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Breaking Pointe-- an ongoing discussion.


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#121 LiLing

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Posted 10 July 2012 - 08:39 AM

I think the college vs career issue is undergoing a sea change. Many dancers are thinking ahead about second careers, and working toward degrees while performing in companies. Some companies are even encouraging and facilitating this. At NYCB I know Jenifer Ringer has earned her degree, and Teresa Reichlen is enrolled in the general studies program at Columbia.

#122 perky

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Posted 10 July 2012 - 08:41 AM

I don't get what Ronnie is so proud of. He is not pleasing to look at or watch dance. His personality is not attractive, either. I did not find him particularly humorous.


Puppytreats,
I'm laughing at him, not with him. His complete lack of self-awareness as to his own ridiculousness is what I find amusing. Posted Image

#123 Helene

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Posted 10 July 2012 - 08:56 AM

I think the college vs career issue is undergoing a sea change. Many dancers are thinking ahead about second careers, and working toward degrees while performing in companies. Some companies are even encouraging and facilitating this. At NYCB I know Jenifer Ringer has earned her degree, and Teresa Reichlen is enrolled in the general studies program at Columbia.

NYCB had a program with Fordham for many years -- I'm not sure that it still exists -- and dancers who took courses at Barnard for decades. PNB has a program called Second Stage, where dancers apply to receive funding to go to school or start their own businesses,and where a professor from Seattle University teaches a course around company hours each semester. I'm sure other companies have similar programs.

The issue here, though, is whether someone can become a professional ballet dancer after training in college, not in or just in a pre-professional program in a company related school, like SAB or Houston Ballet School, or independent schools like CPYB or Harid.

#124 LiLing

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Posted 10 July 2012 - 09:50 AM

I don't think it is just a question of whether or not the training in college departments is rigorous enough to turn out professional dancers. Age is also a factor. How open are artistic directors of ballet companies to hiring a twenty-two year old with no professional experience?

#125 Helene

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Posted 10 July 2012 - 10:50 AM

There are a lot of companies where dancers don't make a living at it and/or subsidize their own professional dancing, as well as companies that don't offer full-time work, more than the 12-15 we think of as being the norm.

There are performing opportunities at many college/university dance departments, often more than dancers in pre-professional programs that rely on big recitals. Dancers in college have great opportunities to create small groups and work with choreographers, who create work on them, an experience that many in pre-professional programs don't. They might also take classes from schools and studios in the area and/or during the summers.

I think it depends on the Artistic Director and how well the DVD is received and the audition, open or Company class, goes. It's not going to happen in companies that rely upon their own schools, like NYCB, SFB, PNB, but companies looking for "position players" might be more amenable to it. A touring company, for example, might be enriched by having some mature corps dancers, especially if a company is as socially hierarchical as Ballet West is portrayed. Not every company is looking for a 17-year-old fresh slate.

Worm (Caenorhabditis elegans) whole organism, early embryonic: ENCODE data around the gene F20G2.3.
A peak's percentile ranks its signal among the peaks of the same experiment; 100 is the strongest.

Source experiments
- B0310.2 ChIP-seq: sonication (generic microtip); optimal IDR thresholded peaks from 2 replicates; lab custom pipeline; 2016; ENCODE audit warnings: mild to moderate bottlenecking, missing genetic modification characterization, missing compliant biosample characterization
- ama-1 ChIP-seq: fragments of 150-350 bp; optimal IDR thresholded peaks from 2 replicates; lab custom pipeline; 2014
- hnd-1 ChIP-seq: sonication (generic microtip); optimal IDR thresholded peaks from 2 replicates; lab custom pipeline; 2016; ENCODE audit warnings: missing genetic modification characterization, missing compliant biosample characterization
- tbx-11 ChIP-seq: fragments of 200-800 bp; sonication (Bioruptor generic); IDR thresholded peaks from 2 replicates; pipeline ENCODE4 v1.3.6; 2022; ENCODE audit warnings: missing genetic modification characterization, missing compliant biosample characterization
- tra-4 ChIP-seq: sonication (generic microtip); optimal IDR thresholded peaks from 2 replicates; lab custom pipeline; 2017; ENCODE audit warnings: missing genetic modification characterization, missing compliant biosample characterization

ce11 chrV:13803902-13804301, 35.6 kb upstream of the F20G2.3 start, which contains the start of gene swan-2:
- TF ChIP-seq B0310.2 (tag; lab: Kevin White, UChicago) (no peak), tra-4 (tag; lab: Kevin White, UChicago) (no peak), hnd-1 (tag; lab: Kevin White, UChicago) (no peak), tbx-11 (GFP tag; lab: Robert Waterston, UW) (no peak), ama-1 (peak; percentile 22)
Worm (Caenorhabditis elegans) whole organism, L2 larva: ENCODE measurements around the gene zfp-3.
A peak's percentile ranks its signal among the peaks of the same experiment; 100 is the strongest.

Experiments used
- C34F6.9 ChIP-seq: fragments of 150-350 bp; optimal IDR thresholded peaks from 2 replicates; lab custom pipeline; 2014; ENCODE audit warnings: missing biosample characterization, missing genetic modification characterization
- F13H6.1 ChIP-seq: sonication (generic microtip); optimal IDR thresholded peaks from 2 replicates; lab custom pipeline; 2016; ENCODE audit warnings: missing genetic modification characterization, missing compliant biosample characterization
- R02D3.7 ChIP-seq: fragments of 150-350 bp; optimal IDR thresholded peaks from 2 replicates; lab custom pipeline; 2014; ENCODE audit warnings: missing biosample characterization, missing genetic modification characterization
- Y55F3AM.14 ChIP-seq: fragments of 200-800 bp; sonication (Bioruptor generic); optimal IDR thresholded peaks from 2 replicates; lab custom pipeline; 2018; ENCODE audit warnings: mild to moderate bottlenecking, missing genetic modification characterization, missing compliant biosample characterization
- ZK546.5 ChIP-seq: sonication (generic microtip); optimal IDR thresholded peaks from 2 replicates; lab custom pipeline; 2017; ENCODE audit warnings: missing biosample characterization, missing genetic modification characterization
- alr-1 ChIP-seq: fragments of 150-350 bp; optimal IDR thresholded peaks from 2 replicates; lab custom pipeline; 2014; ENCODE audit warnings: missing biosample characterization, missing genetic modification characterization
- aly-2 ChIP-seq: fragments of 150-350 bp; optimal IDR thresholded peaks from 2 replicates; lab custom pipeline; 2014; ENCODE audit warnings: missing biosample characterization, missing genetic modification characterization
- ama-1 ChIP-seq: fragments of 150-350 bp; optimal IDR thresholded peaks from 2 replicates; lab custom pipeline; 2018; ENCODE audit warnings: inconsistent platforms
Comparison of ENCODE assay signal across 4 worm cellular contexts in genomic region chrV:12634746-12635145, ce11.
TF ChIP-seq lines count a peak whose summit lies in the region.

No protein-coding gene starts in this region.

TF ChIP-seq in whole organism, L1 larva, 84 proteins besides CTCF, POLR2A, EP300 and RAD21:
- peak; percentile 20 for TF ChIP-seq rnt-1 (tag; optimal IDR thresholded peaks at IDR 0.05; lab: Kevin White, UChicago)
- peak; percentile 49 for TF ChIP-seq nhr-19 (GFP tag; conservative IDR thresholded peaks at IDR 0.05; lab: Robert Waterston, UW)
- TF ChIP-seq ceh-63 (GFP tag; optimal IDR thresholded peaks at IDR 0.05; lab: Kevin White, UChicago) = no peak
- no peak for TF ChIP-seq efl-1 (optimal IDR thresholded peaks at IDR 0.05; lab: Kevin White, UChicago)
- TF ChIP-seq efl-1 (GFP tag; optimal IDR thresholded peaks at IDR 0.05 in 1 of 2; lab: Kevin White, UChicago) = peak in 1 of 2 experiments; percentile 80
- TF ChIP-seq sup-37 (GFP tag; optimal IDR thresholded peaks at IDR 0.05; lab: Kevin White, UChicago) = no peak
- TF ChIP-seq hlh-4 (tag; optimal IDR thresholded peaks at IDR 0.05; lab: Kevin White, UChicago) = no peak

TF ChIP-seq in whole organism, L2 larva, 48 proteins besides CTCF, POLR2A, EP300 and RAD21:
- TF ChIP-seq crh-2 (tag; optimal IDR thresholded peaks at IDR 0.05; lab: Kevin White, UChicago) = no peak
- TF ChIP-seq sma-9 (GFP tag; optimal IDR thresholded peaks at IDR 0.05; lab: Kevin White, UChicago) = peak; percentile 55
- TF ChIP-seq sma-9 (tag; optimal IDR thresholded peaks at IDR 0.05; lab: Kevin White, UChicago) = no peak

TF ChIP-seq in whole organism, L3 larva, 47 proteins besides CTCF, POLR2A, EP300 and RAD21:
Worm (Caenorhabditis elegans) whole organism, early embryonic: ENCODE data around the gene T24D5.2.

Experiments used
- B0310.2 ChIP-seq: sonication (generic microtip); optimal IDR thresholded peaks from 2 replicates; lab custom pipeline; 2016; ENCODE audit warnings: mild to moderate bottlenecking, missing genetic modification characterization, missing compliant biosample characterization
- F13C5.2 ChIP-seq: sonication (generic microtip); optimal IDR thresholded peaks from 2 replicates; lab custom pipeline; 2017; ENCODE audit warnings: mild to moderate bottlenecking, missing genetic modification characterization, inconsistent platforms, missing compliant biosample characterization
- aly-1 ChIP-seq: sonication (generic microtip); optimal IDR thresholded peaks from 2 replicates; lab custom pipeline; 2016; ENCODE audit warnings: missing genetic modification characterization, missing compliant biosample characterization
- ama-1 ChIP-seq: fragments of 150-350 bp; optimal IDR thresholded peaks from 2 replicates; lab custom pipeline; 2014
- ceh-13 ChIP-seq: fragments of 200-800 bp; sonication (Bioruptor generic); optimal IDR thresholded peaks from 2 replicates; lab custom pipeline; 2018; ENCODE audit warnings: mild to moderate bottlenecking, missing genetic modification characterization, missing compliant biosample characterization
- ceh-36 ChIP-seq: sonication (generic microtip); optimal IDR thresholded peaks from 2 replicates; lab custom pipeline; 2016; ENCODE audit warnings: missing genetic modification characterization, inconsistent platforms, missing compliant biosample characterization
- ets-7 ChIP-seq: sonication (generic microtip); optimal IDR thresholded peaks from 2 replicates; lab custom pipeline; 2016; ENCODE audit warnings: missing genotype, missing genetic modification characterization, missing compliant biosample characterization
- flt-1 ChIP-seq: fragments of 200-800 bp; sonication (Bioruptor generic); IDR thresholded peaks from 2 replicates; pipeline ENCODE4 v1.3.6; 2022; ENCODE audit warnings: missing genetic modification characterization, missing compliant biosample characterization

#126 pherank

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Posted 10 July 2012 - 12:38 PM

...your comment gives me hope that the Balanchine Trust may have begun to find a way to work with others to allow the pubic to see more of the choreography.


The Balanchine Trust is always going to approach things in the same manner, as they follow copyright law to the letter. From their website:

"Can I post footage of my company, which was licensed the rights to perform a Balanchine ballet, on my company’s website or social media site?
The Trust is supportive of companies posting footage for promotional purposes of the Balanchine ballets they have performed. Prior to posting, this footage must be sent to the Trust for approval and fall within the following parameters. The entire video is to be no longer than 3 minutes, with no continuous footage of choreography beyond 30-40 seconds. The video must contain the copyright credit which can be included where other credits are listed:

Name of Ballet (italicized)
Choreography by George Balanchine
© The George Balanchine Trust"

Period. End of story. Presumably the TV show licensing is very similar to the above stipulations for footage - that's why Breaking Pointe shows us only tiny bits of Emeralds. The problem being that the laws being relied upon were poorly written and have become a big impediment to the sharing and enjoyment of creative works. Ironically, for much of the world, anything to do with Balanchine is just a pain in the neck to get a hold of. Who wants to pay $250 for a copy of the The Balanchine Celebration VHS tape (and that's just Vol.1) because it won't likely ever be made available on DVD? New Yorkers are spoiled in being able to see Mr. B programs, but the rest of us are lucky to see one Balanchine piece a season at a regional ballet show. Yada yada...

#127 puppytreats

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Posted 10 July 2012 - 12:49 PM

They negotiate the terms of a license, presumably, and pay a fee in exchange for usage. The law itself is not the limitation. The law offers protection to the owner of the copyright.

#128 pherank

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Posted 10 July 2012 - 01:24 PM

The law offers protection to the owner of the copyright.